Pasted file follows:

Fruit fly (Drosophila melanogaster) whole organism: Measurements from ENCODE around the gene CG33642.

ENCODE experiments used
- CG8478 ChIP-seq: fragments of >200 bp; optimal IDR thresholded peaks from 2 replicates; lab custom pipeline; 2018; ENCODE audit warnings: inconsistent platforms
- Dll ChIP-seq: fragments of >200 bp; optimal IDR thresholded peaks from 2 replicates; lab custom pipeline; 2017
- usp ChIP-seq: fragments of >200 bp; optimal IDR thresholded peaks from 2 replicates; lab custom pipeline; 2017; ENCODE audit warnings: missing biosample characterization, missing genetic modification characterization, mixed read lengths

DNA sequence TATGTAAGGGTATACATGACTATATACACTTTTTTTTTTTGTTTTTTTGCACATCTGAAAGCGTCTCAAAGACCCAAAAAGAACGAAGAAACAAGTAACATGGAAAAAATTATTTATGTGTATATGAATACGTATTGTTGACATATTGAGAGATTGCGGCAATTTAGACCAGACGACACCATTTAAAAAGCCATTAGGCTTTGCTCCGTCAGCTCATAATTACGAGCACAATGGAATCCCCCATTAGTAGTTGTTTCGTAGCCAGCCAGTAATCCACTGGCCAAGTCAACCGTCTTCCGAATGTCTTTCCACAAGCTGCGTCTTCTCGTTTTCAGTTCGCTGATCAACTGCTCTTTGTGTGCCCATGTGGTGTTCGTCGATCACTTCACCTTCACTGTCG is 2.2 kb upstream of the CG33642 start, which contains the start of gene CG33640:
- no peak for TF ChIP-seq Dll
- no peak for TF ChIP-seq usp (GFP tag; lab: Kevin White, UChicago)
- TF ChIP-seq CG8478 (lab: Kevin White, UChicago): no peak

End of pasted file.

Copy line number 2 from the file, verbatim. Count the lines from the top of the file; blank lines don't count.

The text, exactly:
ENCODE experiments used